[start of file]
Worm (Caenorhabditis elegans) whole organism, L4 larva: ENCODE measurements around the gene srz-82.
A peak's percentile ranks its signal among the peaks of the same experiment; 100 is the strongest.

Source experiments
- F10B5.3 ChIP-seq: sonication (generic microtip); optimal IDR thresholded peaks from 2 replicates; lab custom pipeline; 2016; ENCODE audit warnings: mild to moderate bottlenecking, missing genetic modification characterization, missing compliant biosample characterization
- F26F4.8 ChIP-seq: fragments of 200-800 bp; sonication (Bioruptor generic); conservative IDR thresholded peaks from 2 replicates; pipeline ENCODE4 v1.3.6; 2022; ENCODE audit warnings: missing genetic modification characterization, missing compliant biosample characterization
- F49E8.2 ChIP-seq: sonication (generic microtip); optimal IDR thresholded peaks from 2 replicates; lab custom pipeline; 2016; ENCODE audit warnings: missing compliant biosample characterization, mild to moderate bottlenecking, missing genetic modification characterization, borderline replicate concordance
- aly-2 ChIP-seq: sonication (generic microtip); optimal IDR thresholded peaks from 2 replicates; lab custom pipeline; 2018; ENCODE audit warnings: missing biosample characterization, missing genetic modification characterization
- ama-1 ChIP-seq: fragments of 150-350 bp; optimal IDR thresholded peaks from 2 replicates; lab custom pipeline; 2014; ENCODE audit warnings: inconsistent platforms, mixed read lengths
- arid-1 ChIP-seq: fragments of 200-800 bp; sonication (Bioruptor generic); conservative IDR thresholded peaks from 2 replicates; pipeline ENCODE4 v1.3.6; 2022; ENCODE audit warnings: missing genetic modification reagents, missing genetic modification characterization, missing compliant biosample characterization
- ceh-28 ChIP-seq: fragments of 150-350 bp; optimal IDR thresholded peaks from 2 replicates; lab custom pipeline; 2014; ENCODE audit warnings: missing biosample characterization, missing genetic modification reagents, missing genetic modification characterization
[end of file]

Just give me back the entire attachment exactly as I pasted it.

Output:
Worm (Caenorhabditis elegans) whole organism, L4 larva: ENCODE measurements around the gene srz-82.
A peak's percentile ranks its signal among the peaks of the same experiment; 100 is the strongest.

Source experiments
- F10B5.3 ChIP-seq: sonication (generic microtip); optimal IDR thresholded peaks from 2 replicates; lab custom pipeline; 2016; ENCODE audit warnings: mild to moderate bottlenecking, missing genetic modification characterization, missing compliant biosample characterization
- F26F4.8 ChIP-seq: fragments of 200-800 bp; sonication (Bioruptor generic); conservative IDR thresholded peaks from 2 replicates; pipeline ENCODE4 v1.3.6; 2022; ENCODE audit warnings: missing genetic modification characterization, missing compliant biosample characterization
- F49E8.2 ChIP-seq: sonication (generic microtip); optimal IDR thresholded peaks from 2 replicates; lab custom pipeline; 2016; ENCODE audit warnings: missing compliant biosample characterization, mild to moderate bottlenecking, missing genetic modification characterization, borderline replicate concordance
- aly-2 ChIP-seq: sonication (generic microtip); optimal IDR thresholded peaks from 2 replicates; lab custom pipeline; 2018; ENCODE audit warnings: missing biosample characterization, missing genetic modification characterization
- ama-1 ChIP-seq: fragments of 150-350 bp; optimal IDR thresholded peaks from 2 replicates; lab custom pipeline; 2014; ENCODE audit warnings: inconsistent platforms, mixed read lengths
- arid-1 ChIP-seq: fragments of 200-800 bp; sonication (Bioruptor generic); conservative IDR thresholded peaks from 2 replicates; pipeline ENCODE4 v1.3.6; 2022; ENCODE audit warnings: missing genetic modification reagents, missing genetic modification characterization, missing compliant biosample characterization
- ceh-28 ChIP-seq: fragments of 150-350 bp; optimal IDR thresholded peaks from 2 replicates; lab custom pipeline; 2014; ENCODE audit warnings: missing biosample characterization, missing genetic modification reagents, missing genetic modification characterization